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Researchers develop 'easy-to-create' compound for magnetic refrigeration

A*STAR Institute of Materials Research and Engineering and the National University of Singapore believe they have found a material that are simpler to produce - and therefore cheaper - than simply using the rare earth mineral gadolinium

Researchers at the A*STAR Institute of Materials Research and Engineering and the National University of Singapore believe they have created a powerful magnetic refrigerant that is easy to make in the lab, reports the nanotechnology journal nanowerk.

The researchers ‘simply mixed gadolinium acetate, nickel acetate and an organic molecule called 2-(hydroxymethyl) pyridine in an organic solvent at room temperature,’ reports nanowerk. The magnetic refrigerant contains a cubic structure made of two gadolinium ions, two nickel ions and four oxygen atoms, surrounded by 2-(hydroxymethyl) pyridine molecules - see pic (courtesy A*STAR Institute of Materials Research and Engineering)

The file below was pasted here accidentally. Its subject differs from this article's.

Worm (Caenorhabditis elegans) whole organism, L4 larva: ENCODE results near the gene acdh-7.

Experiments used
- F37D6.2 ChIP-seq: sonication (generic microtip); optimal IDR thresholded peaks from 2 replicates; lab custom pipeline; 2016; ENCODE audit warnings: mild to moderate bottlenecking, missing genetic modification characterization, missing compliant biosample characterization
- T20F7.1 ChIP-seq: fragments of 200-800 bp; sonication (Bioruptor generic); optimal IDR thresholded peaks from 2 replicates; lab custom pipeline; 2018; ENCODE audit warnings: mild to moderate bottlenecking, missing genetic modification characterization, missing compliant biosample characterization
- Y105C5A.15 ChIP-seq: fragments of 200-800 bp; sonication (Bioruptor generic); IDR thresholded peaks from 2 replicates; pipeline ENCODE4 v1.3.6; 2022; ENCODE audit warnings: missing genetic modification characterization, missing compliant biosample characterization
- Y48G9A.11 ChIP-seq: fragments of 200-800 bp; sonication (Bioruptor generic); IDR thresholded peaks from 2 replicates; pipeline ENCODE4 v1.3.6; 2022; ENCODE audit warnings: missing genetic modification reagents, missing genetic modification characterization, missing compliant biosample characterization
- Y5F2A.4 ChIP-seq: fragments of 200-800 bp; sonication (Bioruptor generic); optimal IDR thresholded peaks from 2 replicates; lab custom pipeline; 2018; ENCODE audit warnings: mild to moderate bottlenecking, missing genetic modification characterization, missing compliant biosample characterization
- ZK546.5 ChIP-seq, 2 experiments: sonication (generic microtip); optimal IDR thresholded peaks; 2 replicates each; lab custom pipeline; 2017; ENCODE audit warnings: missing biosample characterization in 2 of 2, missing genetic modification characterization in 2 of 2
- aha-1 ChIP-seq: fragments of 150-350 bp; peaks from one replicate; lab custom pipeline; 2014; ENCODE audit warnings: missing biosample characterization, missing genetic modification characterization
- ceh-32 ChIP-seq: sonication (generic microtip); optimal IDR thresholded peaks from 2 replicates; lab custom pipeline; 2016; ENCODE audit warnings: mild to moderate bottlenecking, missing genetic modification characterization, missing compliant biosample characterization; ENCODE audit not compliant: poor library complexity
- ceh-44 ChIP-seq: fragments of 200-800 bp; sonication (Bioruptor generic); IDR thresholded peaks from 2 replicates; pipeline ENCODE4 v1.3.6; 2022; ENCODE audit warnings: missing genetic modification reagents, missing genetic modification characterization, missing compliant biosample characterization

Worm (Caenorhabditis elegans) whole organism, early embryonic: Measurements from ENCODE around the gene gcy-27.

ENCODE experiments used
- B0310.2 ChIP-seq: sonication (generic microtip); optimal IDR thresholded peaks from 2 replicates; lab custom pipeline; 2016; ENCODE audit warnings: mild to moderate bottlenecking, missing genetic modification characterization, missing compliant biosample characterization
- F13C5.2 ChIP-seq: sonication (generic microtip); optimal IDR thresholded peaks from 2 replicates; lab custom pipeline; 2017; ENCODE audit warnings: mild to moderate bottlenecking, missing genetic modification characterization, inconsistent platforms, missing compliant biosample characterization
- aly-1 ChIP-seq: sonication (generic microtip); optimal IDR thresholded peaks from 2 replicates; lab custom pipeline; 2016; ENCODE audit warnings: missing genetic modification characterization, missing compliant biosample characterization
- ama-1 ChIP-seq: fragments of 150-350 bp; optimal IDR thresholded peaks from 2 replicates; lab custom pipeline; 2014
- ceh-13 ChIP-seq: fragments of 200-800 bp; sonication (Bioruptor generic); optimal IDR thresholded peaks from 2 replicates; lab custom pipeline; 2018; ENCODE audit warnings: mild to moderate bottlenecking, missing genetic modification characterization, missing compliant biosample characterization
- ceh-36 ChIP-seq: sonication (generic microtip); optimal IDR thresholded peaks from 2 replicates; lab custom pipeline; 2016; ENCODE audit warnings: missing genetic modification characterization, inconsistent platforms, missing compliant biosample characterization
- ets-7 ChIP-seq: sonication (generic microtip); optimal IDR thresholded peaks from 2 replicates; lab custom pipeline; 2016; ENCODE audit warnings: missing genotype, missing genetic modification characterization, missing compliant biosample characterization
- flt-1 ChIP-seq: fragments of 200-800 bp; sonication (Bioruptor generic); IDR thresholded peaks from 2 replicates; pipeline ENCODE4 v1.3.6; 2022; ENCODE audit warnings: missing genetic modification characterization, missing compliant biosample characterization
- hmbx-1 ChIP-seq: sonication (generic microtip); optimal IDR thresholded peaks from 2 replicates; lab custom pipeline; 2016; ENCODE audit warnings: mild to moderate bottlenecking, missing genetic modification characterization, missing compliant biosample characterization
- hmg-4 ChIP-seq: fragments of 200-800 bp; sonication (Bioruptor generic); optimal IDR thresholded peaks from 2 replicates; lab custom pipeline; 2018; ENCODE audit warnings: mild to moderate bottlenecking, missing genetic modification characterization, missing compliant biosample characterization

Magnetic refrigerants commonly use the gadolinium (III) ion (Gd3+), because it has seven unpaired electrons. Most gadolinium complexes are made under harsh conditions or take a very long time to form, which limits their wider application. In contrast, the magnetic refrigerant is ‘remarkably easy to make’, nanowerk reports.

After 12 hours, the chemicals had assembled themselves into an aggregate containing a cube-like structure of atoms at its heart. The team measured how an external magnetic field affected this ‘cubane’ material as the temperature dropped. Below about 50 K, they found that the material’s magnetisation increased sharply, suggesting that it could be an effective magnetic refrigerant below this temperature.

The scientists then tested the effects of varying the external magnetic field at very low temperatures. They found that at 4.5 K, a large external field caused an entropy change that was close to the theoretical maximum for the system — and larger than most other magnetic refrigerants under similar conditions. According to the team, the magnetocaloric effect of magnetic refrigerants has typically been enhanced by creating ever-larger clusters of metal atoms. In contrast, their cubane shows that much simpler aggregates, prepared under straightforward conditions, are promising as magnetic refrigerants.

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